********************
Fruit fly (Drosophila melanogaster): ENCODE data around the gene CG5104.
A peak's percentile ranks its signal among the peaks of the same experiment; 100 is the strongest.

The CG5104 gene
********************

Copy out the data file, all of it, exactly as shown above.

Fruit fly (Drosophila melanogaster): ENCODE data around the gene CG5104.
A peak's percentile ranks its signal among the peaks of the same experiment; 100 is the strongest.

The CG5104 gene